The government have suggested that lack of awareness and stigma around domestic abuse has caused employers to fail in protecting their employees in abuse situations.
Calls to domestic abuse services have surged in the pandemic as couples spend more time at home.
Business Minister, Paul Scully has suggested that domestic abuse victims should receive the support they need from their employers if needed and that it was once taboo to talk about mental health, but now most workplaces have well-established policies in place. We want to see the same happen for domestic abuse, but more quickly and more effectively”.
Managers and colleagues are often the only other people outside the home that victims talk to each day and so “uniquely placed” to spot signs of abuse, he said.
These include becoming more withdrawn than usual, sudden drops in performance, mentions of controlling or coercive behaviour in partners, or physical signs such as bruising.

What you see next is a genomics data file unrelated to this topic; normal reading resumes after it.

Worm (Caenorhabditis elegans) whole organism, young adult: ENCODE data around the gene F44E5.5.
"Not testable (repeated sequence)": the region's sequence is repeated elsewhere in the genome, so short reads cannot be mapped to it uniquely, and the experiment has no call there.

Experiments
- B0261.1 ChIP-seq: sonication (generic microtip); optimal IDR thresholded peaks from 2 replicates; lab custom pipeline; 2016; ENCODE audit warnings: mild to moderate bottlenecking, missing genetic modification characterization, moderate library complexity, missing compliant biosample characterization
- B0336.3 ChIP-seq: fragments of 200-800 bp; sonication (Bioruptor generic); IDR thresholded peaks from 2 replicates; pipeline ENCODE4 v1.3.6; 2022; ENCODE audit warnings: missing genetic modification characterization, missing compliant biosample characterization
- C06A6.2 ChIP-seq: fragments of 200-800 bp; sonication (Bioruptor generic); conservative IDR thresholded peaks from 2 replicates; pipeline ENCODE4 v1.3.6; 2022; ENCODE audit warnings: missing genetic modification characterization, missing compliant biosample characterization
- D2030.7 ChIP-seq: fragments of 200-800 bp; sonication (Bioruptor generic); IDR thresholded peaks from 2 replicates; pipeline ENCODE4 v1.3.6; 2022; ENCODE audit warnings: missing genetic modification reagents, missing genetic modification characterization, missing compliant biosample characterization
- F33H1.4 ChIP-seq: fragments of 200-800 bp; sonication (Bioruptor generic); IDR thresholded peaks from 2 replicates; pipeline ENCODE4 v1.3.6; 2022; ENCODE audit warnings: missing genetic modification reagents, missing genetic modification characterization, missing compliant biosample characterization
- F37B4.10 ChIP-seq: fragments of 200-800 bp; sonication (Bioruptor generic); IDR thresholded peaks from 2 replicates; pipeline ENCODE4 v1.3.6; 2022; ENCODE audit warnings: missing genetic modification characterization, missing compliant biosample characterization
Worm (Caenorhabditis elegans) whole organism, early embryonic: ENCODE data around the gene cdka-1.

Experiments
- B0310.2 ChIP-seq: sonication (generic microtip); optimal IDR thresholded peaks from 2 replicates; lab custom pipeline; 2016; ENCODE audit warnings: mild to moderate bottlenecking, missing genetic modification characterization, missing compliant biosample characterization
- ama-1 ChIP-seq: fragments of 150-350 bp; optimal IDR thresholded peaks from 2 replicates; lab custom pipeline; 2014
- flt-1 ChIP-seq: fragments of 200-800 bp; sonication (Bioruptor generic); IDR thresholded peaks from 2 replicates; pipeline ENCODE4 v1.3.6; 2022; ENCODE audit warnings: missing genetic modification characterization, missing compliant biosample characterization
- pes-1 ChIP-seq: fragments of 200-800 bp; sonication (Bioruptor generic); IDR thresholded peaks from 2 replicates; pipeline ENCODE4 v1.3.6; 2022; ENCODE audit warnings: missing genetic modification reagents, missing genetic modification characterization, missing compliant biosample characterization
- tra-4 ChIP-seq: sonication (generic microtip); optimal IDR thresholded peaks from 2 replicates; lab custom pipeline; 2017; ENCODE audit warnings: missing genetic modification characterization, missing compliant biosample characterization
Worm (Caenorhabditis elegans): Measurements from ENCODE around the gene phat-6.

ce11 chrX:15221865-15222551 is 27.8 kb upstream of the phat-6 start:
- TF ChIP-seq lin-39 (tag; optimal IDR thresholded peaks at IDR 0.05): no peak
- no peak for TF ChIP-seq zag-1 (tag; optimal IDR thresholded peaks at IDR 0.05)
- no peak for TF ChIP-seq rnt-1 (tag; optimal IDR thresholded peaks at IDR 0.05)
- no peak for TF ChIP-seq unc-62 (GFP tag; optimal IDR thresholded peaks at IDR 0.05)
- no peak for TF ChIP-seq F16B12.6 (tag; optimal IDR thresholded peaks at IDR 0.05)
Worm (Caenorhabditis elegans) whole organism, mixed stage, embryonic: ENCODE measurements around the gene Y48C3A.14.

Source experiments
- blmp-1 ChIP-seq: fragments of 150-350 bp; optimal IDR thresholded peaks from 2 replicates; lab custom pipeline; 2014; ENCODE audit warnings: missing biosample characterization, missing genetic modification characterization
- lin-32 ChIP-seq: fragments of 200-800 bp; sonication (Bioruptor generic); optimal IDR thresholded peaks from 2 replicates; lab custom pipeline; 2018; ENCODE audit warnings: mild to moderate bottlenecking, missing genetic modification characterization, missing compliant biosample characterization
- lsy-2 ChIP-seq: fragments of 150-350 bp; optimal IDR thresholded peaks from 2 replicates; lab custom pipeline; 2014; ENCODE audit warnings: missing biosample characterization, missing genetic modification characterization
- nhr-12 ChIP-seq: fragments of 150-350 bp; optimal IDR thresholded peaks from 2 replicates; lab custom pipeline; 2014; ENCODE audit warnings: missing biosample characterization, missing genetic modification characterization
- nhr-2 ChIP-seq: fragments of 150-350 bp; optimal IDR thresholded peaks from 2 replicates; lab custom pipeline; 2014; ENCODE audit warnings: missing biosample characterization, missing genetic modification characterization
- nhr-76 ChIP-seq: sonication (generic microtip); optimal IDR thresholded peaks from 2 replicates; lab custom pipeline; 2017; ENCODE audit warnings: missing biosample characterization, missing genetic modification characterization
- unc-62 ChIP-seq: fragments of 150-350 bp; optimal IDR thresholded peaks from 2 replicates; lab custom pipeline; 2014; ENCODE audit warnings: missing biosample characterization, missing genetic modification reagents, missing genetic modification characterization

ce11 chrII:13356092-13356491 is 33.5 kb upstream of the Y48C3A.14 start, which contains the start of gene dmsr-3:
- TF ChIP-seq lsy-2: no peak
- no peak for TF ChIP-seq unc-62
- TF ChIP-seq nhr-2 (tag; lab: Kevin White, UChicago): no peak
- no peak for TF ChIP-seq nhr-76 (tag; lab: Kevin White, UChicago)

Businesses encouraged to share the problems
Employers do not have to be professionals in handling domestic abuse but could do more to help, including:
- Ensuring staff can spot the signs of a colleague facing domestic abuse so they can respond appropriately and sympathetically.
- Communicating that they are there to help, and promoting information about support services.
- Fostering a more open work environment where workers feel able to share problems.
- Offering practical support such as space and privacy to make calls and arrangements or access to financial help.
Domestic violence charity Refuge said it saw an 80% increase in calls to its helpline during the first national lockdown, a trend the government believes has continued.
And in November, 43% of respondents to a survey by charity Surviving Economic Abuse showed an abuser had interfered with someone’s ability to work or study from home during the crisis.
Domestic abuse isn’t a new problem, nor does today’s call to businesses apply only during a pandemic.
But coronavirus has highlighted new and existing risks.